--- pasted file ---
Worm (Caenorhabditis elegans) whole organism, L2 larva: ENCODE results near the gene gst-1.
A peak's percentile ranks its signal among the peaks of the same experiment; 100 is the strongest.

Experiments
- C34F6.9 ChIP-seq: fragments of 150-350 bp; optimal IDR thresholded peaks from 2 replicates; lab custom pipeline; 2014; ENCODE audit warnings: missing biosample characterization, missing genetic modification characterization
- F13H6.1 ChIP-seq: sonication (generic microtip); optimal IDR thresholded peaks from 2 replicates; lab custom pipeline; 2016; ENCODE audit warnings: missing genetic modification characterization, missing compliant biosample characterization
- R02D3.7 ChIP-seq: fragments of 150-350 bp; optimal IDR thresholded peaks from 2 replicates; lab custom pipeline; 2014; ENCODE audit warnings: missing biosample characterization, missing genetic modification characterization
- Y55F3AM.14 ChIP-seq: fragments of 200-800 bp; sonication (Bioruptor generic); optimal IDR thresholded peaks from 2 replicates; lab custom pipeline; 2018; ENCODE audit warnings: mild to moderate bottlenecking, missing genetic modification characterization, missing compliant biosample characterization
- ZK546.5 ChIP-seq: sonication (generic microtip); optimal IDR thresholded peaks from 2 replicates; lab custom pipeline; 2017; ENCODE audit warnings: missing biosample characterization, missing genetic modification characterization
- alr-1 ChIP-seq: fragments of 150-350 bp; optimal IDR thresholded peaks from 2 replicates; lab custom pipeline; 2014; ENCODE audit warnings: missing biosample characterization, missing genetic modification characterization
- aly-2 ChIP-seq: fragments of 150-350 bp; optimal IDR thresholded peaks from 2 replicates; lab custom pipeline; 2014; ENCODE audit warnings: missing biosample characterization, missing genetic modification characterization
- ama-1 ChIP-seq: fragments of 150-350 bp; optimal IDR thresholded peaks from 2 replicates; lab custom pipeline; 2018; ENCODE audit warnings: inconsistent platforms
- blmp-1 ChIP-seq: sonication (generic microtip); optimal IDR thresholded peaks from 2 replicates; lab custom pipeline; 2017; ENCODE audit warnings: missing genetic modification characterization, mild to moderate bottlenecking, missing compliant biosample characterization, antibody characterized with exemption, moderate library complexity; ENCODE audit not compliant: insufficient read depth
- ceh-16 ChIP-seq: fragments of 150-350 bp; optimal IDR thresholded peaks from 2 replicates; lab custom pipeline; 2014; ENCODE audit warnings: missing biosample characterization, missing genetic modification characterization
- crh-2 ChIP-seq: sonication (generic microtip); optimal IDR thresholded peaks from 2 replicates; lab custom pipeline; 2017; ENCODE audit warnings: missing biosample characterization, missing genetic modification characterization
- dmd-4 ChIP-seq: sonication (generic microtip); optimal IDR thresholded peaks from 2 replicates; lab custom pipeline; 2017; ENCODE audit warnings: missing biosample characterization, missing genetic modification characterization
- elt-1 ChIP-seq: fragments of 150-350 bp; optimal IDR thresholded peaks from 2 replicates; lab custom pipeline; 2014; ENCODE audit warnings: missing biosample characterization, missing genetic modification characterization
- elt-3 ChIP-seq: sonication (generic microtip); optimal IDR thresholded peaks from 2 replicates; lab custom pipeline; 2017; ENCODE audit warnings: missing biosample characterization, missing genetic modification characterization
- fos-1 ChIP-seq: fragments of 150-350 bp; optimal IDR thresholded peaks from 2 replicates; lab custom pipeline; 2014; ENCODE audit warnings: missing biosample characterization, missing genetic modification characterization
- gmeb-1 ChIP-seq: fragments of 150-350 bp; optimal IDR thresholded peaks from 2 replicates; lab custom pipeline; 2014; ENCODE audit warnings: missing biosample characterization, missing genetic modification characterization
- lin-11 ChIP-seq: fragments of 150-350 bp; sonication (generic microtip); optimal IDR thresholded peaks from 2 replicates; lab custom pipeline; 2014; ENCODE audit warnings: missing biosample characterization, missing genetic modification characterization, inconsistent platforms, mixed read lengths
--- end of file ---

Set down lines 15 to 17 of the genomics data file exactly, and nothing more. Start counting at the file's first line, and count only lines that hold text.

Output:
- dmd-4 ChIP-seq: sonication (generic microtip); optimal IDR thresholded peaks from 2 replicates; lab custom pipeline; 2017; ENCODE audit warnings: missing biosample characterization, missing genetic modification characterization
- elt-1 ChIP-seq: fragments of 150-350 bp; optimal IDR thresholded peaks from 2 replicates; lab custom pipeline; 2014; ENCODE audit warnings: missing biosample characterization, missing genetic modification characterization
- elt-3 ChIP-seq: sonication (generic microtip); optimal IDR thresholded peaks from 2 replicates; lab custom pipeline; 2017; ENCODE audit warnings: missing biosample characterization, missing genetic modification characterization